Bryan lawyer Bentley Nettles has been tapped to be the new executive director for the Texas Alcoholic Beverage Commission, an agency that has seen recent scandal over its employees' extravagant spending with taxpayer dollars.
Nettles is also a graduate of Texas A&M University, and has a lengthy military background.
He was released from active duty in 2015 and now has a law office in Bryan, focused on assisting veterans with issues related to the U.S. Department of Veterans Affairs, estate planning, Medicaid and small business. Over the course of his military career, he was awarded 24 awards and badges, including a Purple Heart.
Nettles sat down on First News at Four to discuss the "positive changes" he feels need to be made within the TABC.
"I suspect some of the changes are to make sure that the Texas taxpayers know they're spending their money in a proper manner," said Nettles. "The TABC is really a jewel agency for the state of Texas. They return for the taxpayers six times. Every dollar that gets invested they bring in $6 of revenue. Incredible organization and a lot of hardworking people down in the field."
The TABC is undergoing a shift, as the former executive director and many other leaders resigned amidst the spending scandal. Furthermore, the Texas legislature voted to severely restrict TABC travel out of state.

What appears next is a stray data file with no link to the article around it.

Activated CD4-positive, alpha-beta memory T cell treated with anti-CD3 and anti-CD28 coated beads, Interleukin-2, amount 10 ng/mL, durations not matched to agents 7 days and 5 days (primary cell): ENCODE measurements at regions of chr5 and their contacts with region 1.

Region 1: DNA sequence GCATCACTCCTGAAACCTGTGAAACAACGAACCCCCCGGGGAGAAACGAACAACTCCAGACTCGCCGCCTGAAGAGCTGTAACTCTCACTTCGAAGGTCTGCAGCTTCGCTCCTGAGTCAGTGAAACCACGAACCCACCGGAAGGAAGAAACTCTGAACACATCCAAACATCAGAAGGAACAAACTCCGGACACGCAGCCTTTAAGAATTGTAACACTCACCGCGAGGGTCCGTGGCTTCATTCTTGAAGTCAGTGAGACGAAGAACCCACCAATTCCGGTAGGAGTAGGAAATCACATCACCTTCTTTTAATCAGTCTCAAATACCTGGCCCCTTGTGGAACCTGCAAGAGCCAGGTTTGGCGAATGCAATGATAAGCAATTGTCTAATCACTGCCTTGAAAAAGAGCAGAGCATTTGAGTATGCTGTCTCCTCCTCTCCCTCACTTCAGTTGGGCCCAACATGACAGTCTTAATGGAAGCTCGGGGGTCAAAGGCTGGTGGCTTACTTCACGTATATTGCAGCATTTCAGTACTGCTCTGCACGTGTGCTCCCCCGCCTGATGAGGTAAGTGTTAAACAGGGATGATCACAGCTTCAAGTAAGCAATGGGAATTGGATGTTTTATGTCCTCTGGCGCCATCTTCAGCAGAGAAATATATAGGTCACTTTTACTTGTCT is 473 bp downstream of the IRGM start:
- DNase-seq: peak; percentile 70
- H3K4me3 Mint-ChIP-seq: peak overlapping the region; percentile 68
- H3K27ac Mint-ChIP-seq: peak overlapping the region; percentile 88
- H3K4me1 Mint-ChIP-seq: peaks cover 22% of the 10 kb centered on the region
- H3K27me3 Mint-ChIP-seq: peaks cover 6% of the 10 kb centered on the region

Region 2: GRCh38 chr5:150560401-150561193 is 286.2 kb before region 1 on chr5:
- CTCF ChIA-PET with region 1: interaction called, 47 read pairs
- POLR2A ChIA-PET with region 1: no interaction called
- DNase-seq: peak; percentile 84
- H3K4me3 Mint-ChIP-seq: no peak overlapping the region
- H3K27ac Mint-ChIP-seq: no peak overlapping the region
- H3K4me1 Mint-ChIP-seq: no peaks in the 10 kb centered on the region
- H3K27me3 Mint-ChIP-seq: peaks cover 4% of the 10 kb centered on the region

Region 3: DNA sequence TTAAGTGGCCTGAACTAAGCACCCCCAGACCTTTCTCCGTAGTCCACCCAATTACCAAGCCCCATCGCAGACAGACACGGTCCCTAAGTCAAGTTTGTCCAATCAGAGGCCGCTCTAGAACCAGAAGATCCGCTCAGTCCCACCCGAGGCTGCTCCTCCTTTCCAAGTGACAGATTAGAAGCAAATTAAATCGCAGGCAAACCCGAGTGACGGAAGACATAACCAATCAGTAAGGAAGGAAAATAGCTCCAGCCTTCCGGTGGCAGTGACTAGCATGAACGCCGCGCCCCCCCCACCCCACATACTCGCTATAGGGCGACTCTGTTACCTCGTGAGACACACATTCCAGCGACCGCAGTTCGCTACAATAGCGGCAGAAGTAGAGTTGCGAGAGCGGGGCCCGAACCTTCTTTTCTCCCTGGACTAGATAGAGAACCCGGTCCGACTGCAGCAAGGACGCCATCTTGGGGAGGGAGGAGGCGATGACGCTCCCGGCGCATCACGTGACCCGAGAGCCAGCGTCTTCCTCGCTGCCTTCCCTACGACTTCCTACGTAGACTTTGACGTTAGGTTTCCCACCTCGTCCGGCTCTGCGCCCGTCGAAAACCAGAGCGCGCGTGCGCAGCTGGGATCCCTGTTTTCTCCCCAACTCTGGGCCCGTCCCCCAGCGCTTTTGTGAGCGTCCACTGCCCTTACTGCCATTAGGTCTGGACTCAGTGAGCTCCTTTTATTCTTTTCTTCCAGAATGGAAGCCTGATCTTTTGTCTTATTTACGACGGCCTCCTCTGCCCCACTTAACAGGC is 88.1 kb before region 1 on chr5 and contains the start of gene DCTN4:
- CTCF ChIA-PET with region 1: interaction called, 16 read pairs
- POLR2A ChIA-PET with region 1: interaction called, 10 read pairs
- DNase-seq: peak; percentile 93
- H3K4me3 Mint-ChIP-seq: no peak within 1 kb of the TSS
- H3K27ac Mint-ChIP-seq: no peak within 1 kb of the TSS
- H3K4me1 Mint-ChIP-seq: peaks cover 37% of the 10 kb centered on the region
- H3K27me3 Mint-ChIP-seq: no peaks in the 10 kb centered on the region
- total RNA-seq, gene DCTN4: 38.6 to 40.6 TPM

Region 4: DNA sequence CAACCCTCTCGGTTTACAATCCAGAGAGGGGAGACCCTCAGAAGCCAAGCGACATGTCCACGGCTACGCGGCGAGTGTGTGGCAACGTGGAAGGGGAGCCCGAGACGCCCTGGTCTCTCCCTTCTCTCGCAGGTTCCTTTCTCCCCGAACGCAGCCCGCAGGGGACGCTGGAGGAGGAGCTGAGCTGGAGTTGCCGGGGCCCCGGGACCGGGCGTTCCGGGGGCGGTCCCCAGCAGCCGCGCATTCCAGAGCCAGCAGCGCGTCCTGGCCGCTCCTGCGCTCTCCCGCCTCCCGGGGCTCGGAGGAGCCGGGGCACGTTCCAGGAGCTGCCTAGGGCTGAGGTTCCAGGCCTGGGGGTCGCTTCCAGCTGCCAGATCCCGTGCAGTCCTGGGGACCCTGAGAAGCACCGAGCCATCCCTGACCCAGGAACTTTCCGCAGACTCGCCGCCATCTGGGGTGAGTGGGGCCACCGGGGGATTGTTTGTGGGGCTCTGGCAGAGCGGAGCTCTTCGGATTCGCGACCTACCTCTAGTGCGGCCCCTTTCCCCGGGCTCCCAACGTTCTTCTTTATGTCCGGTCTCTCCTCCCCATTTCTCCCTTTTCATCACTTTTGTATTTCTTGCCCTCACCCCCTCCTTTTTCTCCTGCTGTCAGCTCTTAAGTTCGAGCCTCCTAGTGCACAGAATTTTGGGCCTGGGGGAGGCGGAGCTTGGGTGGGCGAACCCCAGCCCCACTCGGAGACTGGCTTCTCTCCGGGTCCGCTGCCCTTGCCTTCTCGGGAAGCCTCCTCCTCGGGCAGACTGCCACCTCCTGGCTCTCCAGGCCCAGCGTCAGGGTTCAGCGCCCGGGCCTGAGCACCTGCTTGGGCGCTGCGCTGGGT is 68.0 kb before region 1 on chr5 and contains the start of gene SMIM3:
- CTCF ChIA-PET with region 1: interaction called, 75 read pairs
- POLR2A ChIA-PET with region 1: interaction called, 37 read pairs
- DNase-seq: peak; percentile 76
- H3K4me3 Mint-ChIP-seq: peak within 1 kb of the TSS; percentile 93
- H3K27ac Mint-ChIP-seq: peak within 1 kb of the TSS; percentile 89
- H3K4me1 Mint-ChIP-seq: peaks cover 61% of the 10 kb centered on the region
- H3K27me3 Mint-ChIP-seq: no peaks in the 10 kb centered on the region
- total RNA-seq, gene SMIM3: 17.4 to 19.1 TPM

Nettles says, he's not concerned about the restrictions.
"The primary mission is to implement the alcoholic beverage laws in the state of Texas, protect Texas consumers and create a level playing field for alcoholic businesses," said Nettles. "Those we can do without ever leaving the state."
However, Nettles looks forward to a day when the reigns are loosened.
"It's important to have public-private partnerships, and some of those are through networking with our peers in other states to see what they're doing," said Nettles. "Because the changes that are occurring there are probably coming to Texas."
"If there are innovative ways to regulate the industry, then we need to be aware of those," Nettles said. "So I don't see it as a big challenge. Once we demonstrate to the governor and the legislature that we are good stewards of the taxpayer dollars, I'm certain that those restrictions will be released."
Nettles says he's working with the current TABC staff to determine a start date while he wraps up his law practice in Bryan.
For the full conversation with Nettles, see the video player above.
For more on the TABC spending scandal, see the Related Links.